• If the company has been found by searching online for a particular service or product, start the conversation from that point of reference.

 

2. Personalize your outreach

The key to making cold techniques more effective is to take the time to personalize your message: 

  • Focus on quality, for example, not simply using the name of the potential client but also include information on their professional role, expertise, or recurring pain points; 
  • Browse existing contacts to identify the right prospect among colleagues and then include the name of the contact in the email
  • Introduce yourself (it may seem trivial, but it’s not) in order to convey that the message is a friendly invitation to start a dialog;
  • Find the most appropriate mix of cold calls (more personal) and cold emails.

 

3. Combine digital marketing and analog marketing

Today’s marketing plans should integrate digital and analog solutions:

  • Activate marketing campaigns on inbound platforms using a webhook. The webhook, the notification of an event sent to a specific URL, allows you to communicate with other applications, track events that happen in one account and cause an event on one site that generates a given behavior on another site. For example, you can enable an email to be sent when a potential customer visits certain pages of a site, downloads specific content, or engages digitally with a company;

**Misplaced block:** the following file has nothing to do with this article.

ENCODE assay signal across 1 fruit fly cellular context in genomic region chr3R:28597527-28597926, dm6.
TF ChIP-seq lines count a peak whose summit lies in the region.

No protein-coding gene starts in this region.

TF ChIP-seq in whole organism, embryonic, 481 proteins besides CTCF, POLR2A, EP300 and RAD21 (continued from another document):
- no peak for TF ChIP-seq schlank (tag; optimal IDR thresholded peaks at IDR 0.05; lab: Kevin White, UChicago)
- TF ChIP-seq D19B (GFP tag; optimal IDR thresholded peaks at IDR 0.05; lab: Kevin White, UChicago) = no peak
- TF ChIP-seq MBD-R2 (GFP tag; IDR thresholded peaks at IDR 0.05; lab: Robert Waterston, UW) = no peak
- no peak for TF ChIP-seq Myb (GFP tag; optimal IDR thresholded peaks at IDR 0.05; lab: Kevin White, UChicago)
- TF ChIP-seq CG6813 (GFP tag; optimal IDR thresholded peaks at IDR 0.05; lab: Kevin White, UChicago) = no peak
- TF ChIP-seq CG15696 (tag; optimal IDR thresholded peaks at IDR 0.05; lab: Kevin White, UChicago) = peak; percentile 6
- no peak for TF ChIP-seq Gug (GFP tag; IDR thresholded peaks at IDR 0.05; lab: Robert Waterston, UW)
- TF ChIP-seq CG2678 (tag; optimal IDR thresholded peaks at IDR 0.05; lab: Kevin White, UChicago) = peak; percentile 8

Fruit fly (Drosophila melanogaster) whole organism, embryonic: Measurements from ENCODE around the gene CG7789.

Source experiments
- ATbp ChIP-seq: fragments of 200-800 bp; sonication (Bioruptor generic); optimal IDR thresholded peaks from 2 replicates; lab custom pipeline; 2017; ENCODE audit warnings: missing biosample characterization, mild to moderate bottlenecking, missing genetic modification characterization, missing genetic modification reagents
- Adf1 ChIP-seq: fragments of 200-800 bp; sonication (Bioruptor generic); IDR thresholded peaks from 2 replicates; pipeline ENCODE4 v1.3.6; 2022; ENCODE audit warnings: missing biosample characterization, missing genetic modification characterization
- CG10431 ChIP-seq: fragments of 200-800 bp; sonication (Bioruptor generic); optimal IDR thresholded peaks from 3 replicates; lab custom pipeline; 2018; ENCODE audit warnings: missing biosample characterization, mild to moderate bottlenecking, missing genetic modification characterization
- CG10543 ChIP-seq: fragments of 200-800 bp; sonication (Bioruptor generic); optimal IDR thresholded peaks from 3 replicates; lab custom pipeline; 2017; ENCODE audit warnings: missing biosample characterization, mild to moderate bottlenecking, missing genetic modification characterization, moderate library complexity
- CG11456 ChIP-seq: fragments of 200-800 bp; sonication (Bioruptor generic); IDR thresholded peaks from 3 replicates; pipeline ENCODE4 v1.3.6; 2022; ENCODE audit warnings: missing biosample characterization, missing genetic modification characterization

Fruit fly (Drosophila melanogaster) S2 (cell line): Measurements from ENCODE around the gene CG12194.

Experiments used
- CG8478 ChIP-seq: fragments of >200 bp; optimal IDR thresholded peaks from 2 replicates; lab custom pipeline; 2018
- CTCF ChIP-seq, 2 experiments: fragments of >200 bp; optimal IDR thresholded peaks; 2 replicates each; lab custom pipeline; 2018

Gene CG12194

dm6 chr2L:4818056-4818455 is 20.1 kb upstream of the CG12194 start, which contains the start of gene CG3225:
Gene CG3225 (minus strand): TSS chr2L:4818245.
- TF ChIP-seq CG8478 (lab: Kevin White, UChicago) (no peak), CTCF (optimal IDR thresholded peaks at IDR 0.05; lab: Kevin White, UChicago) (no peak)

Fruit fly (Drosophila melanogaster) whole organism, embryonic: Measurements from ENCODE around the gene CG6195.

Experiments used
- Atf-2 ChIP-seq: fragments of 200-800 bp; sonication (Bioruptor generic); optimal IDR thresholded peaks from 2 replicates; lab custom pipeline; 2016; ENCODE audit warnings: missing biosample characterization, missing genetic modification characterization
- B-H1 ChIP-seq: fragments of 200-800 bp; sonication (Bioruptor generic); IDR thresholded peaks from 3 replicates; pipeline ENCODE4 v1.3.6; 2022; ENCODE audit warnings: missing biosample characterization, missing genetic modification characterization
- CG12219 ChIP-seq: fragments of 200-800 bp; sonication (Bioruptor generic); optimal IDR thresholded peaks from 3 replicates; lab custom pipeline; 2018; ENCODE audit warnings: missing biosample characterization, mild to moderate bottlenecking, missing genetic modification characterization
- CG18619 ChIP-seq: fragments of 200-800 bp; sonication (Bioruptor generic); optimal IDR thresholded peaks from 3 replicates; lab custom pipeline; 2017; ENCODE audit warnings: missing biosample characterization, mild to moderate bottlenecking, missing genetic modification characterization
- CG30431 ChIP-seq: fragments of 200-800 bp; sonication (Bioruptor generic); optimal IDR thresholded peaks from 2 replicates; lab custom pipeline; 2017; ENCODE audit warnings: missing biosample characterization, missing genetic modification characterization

• Start conversations with companies in a new niche. In this case, we can upload a list of ideal customers to an email marketing platform and activate a submission that contains a URL to a custom landing page with a tested content offer created for that person and provide access to gated content to get contact information. This workflow allows you to nurture leads through a combination of email, mail, and even phone calls, depending on the expected level of involvement and on all channels;
  • Generate contacts through direct mail marketing (for example: direct mail through postcards or catalog sales by subscription).

 

4. Plan trade fairs, conferences, and events within a networking strategy

Conferences, especially when combined with inbound methods, are a great way to build brand reputation, attract new customers, and interact with them on an individual basis. Participating in trade shows or sponsoring other events can only be truly effective if planned within a more articulated strategy and integrated with all other aspects of the inbound marketing program:

  • Create pre- and post-event email campaigns;
  • Promote the campaign on social media;
  • Publish relevant content blogs (for example, interviews with speakers, session takeaways);
  • Capitalize on backlinks obtained by publishing guest posts related to the event on third party sites.

 

5. Direct traffic via search ads and social media

Content marketing, SEO, and social media marketing are excellent long-term inbound tactics, however, they may not always be effective in increasing short-term traffic, particularly if the site is still relatively new, with minimal inbound links and few social followers.

Still, search network and social media ads can be effective in directing traffic to a brand’s site while waiting for content and SEO efforts to pay off. Again, inbound and outbound tactics are complementary and can be used at the same time to: